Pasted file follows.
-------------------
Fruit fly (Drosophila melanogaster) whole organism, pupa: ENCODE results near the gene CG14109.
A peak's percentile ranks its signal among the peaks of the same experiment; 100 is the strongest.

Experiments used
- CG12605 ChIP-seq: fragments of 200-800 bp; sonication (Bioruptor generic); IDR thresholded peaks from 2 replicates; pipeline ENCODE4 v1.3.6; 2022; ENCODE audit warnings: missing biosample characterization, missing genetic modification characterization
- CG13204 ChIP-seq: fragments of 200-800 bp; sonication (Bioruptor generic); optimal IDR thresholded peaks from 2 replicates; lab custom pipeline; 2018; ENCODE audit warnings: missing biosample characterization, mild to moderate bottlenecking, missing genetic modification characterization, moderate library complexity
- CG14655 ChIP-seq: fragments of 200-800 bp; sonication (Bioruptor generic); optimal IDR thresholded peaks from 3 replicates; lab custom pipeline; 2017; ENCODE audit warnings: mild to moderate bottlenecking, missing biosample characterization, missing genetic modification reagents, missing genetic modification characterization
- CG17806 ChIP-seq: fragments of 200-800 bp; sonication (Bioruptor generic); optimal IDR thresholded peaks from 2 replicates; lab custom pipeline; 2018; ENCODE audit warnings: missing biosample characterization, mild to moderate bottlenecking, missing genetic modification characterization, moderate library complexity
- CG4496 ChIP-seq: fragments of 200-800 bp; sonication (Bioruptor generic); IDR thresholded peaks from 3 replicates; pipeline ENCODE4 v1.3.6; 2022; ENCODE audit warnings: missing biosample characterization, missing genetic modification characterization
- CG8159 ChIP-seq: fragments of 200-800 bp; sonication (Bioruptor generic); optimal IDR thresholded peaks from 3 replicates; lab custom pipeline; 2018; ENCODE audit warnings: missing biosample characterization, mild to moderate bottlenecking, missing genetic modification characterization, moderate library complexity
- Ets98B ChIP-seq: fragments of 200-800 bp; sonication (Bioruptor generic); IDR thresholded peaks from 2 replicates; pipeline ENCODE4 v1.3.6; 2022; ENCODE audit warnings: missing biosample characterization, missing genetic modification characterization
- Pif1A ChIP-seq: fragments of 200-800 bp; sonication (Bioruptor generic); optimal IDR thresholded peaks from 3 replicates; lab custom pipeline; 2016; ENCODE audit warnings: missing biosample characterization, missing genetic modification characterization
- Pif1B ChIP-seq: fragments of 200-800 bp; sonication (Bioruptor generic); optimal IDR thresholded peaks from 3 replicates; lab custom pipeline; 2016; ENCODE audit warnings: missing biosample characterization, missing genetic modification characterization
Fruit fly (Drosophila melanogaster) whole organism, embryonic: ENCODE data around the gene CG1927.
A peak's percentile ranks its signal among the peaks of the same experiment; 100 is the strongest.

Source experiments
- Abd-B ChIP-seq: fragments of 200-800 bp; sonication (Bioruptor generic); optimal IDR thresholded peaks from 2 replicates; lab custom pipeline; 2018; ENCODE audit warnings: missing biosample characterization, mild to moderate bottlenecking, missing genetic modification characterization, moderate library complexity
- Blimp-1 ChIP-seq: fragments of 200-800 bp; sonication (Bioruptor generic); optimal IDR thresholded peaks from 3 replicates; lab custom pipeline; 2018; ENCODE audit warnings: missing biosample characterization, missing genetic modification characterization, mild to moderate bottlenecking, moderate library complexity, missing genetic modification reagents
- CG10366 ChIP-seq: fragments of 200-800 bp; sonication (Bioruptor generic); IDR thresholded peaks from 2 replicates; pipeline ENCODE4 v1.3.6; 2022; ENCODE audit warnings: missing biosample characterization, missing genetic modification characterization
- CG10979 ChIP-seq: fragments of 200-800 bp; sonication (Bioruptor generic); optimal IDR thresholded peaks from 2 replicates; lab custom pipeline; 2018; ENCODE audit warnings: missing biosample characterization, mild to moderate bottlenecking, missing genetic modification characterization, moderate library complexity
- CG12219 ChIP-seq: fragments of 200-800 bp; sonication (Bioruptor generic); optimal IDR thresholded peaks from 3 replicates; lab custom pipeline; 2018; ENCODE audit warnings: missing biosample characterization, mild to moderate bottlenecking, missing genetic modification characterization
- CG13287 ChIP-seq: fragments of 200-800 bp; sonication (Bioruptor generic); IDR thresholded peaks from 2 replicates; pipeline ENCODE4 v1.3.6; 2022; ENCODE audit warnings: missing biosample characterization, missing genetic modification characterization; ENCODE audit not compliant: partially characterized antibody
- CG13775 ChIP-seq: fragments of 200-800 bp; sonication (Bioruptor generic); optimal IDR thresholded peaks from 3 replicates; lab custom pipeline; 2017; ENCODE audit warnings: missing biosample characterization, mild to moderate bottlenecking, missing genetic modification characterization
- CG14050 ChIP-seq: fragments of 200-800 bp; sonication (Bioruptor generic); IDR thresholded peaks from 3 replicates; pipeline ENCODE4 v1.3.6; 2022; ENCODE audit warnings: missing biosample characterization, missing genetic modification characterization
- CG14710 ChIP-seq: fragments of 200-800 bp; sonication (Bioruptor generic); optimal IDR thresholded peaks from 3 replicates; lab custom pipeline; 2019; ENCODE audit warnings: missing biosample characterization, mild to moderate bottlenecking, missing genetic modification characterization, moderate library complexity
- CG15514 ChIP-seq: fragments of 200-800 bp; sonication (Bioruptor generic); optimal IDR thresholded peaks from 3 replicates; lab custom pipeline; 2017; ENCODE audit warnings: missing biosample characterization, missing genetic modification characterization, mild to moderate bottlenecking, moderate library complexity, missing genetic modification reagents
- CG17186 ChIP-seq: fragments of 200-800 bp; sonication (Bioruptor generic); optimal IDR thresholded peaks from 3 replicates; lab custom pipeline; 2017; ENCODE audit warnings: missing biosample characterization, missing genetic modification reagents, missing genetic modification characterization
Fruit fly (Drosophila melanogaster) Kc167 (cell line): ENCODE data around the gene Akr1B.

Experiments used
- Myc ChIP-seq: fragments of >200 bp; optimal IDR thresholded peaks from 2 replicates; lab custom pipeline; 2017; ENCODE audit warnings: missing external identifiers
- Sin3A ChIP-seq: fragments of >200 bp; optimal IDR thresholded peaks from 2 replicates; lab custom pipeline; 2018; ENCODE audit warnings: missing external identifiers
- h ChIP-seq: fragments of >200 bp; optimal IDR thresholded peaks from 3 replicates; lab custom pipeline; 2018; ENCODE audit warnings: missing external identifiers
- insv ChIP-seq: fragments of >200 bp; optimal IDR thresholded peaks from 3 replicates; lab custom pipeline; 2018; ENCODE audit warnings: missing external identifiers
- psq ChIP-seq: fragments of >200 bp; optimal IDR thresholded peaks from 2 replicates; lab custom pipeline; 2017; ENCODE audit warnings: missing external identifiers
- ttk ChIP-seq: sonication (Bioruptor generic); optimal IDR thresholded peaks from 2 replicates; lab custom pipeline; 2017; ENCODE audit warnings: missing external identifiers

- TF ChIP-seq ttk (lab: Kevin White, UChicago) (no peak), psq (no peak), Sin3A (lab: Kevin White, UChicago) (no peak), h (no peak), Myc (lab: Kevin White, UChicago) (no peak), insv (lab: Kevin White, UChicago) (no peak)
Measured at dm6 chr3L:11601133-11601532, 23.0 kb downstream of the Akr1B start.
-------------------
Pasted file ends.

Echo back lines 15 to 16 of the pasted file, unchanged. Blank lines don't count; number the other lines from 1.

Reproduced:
Source experiments
- Abd-B ChIP-seq: fragments of 200-800 bp; sonication (Bioruptor generic); optimal IDR thresholded peaks from 2 replicates; lab custom pipeline; 2018; ENCODE audit warnings: missing biosample characterization, mild to moderate bottlenecking, missing genetic modification characterization, moderate library complexity